One of the reasons an email marketing campaign can perform badly is a lack of trust and credibility with your subscribers.
It’s no secret that skepticism is the default position of many people towards marketers and media in general these days. It doesn’t help that legitimate email marketers send their messages to the same inbox as scammers and spammers.
It’s a truism in marketing that people buy from those they know, like and trust. The challenge is that there are many ways you can unwittingly damage your credibility with your subscribers.
But the good news is there are at least 7 ways to intentionally build trust with your list, starting from the moment a new subscriber opts in.
1) Deliver on your opt in offer: It’s amazing how many email marketers drop the ball right at the beginning of their relationship with new subscribers. It goes without saying that if your opt in process is broken in any way, that doesn’t get you started on the right foot. Make sure your links work and that every promise made on your opt in offer are delivered to the best of your ability. If you want to assure that you’ve done your best, over-deliver in some way.
It’s worth assuming that your opt in offer is the one and only thing that your new subscriber will bother to look at. With that in mind, you may want to read the following trust building suggestions and incorporate at least some of them into your opt in offer.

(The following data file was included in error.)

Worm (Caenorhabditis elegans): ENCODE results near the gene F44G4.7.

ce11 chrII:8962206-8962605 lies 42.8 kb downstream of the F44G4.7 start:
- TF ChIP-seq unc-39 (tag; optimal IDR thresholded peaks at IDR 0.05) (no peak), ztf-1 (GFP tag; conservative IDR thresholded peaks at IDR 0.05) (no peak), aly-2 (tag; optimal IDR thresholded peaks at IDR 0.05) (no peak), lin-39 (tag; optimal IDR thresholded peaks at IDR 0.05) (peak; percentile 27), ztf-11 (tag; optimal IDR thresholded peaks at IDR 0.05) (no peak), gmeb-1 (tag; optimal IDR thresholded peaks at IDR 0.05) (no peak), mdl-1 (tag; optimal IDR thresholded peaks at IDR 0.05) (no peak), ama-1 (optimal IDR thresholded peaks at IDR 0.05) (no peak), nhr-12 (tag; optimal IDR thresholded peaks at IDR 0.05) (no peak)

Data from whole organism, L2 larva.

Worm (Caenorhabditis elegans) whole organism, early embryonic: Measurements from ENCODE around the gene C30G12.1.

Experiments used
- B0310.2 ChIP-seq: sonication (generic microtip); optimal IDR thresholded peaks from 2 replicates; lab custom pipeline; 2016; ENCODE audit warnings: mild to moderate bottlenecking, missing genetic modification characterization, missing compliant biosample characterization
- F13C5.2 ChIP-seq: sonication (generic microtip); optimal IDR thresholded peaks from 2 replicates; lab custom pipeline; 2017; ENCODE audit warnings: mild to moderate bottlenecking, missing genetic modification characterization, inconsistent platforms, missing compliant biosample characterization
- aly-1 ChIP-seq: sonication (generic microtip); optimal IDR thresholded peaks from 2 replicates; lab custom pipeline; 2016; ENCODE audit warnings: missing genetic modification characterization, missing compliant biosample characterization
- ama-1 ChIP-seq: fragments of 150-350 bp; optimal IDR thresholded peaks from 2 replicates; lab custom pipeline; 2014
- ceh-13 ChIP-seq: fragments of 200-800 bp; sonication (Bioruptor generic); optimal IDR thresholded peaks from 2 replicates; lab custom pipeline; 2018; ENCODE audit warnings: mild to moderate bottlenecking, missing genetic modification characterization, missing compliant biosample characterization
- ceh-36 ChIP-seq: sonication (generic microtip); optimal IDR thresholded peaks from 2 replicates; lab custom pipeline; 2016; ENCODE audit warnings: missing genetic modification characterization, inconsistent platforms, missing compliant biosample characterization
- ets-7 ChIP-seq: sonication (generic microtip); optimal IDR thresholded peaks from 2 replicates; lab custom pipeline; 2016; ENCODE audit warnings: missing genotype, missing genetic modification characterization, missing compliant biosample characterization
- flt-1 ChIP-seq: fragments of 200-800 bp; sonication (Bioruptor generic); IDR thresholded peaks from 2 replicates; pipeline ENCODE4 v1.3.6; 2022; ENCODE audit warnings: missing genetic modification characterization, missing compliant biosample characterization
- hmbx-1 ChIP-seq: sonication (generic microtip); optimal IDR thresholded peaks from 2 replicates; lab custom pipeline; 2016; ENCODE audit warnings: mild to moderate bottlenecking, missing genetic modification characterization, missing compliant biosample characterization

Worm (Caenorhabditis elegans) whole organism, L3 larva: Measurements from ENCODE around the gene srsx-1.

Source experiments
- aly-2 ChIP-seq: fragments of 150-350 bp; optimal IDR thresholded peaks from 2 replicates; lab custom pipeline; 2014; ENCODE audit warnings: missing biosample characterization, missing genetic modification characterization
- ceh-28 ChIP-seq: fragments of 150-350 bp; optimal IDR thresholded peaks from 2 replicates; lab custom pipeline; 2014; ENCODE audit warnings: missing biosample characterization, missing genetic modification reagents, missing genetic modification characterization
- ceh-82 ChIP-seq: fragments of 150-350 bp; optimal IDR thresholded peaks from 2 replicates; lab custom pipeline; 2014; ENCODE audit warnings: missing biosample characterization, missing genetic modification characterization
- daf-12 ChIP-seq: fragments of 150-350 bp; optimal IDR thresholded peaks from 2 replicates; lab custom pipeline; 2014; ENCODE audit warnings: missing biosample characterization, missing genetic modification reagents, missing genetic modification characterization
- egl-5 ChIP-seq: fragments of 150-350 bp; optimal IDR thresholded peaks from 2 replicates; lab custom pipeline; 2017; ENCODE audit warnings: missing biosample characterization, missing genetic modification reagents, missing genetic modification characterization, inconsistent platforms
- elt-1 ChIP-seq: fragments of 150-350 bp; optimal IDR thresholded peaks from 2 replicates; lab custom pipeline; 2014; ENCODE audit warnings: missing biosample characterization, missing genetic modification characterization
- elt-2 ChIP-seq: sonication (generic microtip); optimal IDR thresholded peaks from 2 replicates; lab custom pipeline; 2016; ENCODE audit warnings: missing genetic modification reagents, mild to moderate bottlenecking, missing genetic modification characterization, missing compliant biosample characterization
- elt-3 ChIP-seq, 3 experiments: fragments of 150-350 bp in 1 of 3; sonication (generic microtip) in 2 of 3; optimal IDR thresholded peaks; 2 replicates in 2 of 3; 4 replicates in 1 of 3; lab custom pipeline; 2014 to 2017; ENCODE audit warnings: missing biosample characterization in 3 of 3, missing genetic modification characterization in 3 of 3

2) Set expectations: This is related to the first point. It’s a good idea to set expectations in your initial welcome email and opt in offer. If you promise a daily tip newsletter, you’ll build credibility when your emails arrive every day. It’s subtle, but meeting expectations or exceeding them builds credibility on a conscious and unconscious level.
There are many ways big and small that you can set expectations. The more you weave in things that your subscriber can expect and then deliver on them, the more trustworthy you will become in their eyes. You could say in one email that you are planning on doing a special Q&A webinar where you will answer questions from subscribers. When you hold the webinar, record it and then promote the replay to the list.
Even if most of your subscribers don’t actually watch the replay, they’ll at least know you did what you said you were going to do, and that is the main purpose of this exercise in addition to the value offered on the webinar.